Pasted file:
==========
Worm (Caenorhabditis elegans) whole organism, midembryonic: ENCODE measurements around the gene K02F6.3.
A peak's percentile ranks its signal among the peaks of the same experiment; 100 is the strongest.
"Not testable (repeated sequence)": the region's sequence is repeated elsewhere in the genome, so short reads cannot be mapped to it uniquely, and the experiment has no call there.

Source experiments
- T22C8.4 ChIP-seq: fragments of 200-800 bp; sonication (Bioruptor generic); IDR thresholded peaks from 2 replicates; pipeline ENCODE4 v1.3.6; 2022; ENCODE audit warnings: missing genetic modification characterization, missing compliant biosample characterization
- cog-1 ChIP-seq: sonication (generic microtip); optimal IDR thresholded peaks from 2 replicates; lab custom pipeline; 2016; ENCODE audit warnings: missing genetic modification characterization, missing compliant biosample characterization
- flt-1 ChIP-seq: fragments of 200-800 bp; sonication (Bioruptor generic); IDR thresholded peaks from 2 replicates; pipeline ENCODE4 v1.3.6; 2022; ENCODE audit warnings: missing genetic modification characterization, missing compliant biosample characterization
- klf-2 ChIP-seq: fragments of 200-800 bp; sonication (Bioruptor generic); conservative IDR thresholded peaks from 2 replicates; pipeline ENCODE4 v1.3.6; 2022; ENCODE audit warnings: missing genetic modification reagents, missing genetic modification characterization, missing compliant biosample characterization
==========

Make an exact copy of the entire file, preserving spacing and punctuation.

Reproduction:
Worm (Caenorhabditis elegans) whole organism, midembryonic: ENCODE measurements around the gene K02F6.3.
A peak's percentile ranks its signal among the peaks of the same experiment; 100 is the strongest.
"Not testable (repeated sequence)": the region's sequence is repeated elsewhere in the genome, so short reads cannot be mapped to it uniquely, and the experiment has no call there.

Source experiments
- T22C8.4 ChIP-seq: fragments of 200-800 bp; sonication (Bioruptor generic); IDR thresholded peaks from 2 replicates; pipeline ENCODE4 v1.3.6; 2022; ENCODE audit warnings: missing genetic modification characterization, missing compliant biosample characterization
- cog-1 ChIP-seq: sonication (generic microtip); optimal IDR thresholded peaks from 2 replicates; lab custom pipeline; 2016; ENCODE audit warnings: missing genetic modification characterization, missing compliant biosample characterization
- flt-1 ChIP-seq: fragments of 200-800 bp; sonication (Bioruptor generic); IDR thresholded peaks from 2 replicates; pipeline ENCODE4 v1.3.6; 2022; ENCODE audit warnings: missing genetic modification characterization, missing compliant biosample characterization
- klf-2 ChIP-seq: fragments of 200-800 bp; sonication (Bioruptor generic); conservative IDR thresholded peaks from 2 replicates; pipeline ENCODE4 v1.3.6; 2022; ENCODE audit warnings: missing genetic modification reagents, missing genetic modification characterization, missing compliant biosample characterization